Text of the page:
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Review: Witness the Birth of a Cinematic Legend with Criterion's 'Scorsese Shorts'

by Greg Vellante
EDGE Media Network Contributor
Tuesday May 26, 2020
Review: Witness the Birth of a Cinematic Legend with Criterion's 'Scorsese Shorts'

I wonder what Martin Scorsese's New York University professors thought of the filmmaker's early college films. Were they aware they were witnessing the birth of a cinematic legend? Probably not, but there's plenty of promise in Scorsese's early works, which you can now find aggregated in the stellar new release from The Criterion Collection - "Scorsese Shorts."

Films like "What's a Nice Girl Like You Doing in a Place Like This?" (1963) and "It's Not Just You, Murray!" (1964) illustrate the director's staples, such as push-in zooms and feverishly meticulous voiceover, but they're certainly a bit rough in their juvenility. Regardless, these works are an exciting look into a developing artist who would go on to create some of the most indelible works of cinema history. The first glimpse of true genius occurs in the scrupulously crafted "The Big Shave" (1967), which uses gruesome imagery of a man shaving his face until he's gushing blood in order to criticize America's involvement in Vietnam.

You could consider these three shorts (clocking in at 10 minutes, 16 minutes, and 5 minutes respectively) more like B-sides to this fantastic collection of five shorts. The other two, "Italianamerican" (1974) and "American Boy" (1978), are the centerpiece works of this compilation, representing striking documentary profiles that dig into the power of storytelling and human idiosyncrasies. With a running time just shy of an hour for each, these documentaries occurred in the midst of Scorsese's history-making contributions to 1970s cinema, and they're wholly representative of his fascinations as a filmmaker.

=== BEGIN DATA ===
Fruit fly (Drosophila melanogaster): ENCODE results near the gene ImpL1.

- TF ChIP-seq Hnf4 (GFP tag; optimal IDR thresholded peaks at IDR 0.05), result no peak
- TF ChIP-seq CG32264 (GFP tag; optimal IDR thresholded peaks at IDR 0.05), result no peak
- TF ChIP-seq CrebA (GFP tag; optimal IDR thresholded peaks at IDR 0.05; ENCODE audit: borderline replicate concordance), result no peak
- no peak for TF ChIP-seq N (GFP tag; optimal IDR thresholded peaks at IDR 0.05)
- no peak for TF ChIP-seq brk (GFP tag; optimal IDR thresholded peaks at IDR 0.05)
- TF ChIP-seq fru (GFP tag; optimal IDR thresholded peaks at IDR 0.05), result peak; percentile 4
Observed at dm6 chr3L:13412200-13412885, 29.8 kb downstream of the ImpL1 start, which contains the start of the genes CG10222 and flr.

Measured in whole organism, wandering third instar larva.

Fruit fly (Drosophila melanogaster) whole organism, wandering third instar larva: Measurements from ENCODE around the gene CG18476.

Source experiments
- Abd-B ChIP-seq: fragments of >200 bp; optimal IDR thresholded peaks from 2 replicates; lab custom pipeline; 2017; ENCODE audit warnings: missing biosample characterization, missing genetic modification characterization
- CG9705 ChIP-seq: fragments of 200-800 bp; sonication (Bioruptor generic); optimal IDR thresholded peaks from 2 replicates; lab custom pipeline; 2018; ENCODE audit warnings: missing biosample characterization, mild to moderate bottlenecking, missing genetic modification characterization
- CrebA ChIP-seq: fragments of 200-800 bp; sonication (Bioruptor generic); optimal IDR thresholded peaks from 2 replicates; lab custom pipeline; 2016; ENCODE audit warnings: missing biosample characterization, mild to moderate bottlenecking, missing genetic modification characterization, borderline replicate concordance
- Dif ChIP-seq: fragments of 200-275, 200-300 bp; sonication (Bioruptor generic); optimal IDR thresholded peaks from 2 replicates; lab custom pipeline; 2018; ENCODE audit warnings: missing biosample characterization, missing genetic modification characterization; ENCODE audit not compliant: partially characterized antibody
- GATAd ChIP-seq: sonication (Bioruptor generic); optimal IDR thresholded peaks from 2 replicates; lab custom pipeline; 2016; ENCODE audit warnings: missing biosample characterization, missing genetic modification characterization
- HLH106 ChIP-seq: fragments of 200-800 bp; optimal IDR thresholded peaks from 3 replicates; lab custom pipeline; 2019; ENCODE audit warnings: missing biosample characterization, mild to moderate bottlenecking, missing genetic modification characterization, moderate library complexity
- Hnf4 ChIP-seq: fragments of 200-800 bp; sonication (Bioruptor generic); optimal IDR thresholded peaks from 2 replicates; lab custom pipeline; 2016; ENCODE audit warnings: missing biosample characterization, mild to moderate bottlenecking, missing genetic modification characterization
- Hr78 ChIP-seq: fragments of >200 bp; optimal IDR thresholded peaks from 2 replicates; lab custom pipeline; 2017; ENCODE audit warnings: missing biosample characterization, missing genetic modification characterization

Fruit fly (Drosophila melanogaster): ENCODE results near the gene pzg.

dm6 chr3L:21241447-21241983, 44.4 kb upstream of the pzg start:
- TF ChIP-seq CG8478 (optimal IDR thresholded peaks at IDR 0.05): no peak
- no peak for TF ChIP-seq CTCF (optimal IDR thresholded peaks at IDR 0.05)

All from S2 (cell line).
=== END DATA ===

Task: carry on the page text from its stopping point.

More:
"Italianamerican" is a 49-minute exposé of Scorsese's parents, with a simple setup of Marty interviewing them in their home, learning everything from how his mother makes her special tomato sauce recipe to compelling stories about his grandparents and their struggles to survive during their journeys to America. "American Boy," the cornerstone of this collection, profiles Steven Prince - a wild, free-wheeling conversationalist who retells accounts of his dabbles with danger, drug addiction, and his relationship to his parents.

This is a must-have for any collector and Scorsese admirer, as they showcase the early potential of one of the finest American directors to ever step behind the camera. Bonus features include a new conversation between Scorsese and film critic Farran Smith Nehme, as well as a discussion on Scorsese between 21st-century filmmakers Ari Aster ("Hereditary," "Midsommar") and Josh and Benny Safdie ("Good Time," "Uncut Gems"). In the accompanying booklet, you'll find an essay by critic Bilge Ebiri and storyboards, treatments, and correspondence from Scorsese's archive.

"Scorsese Shorts"

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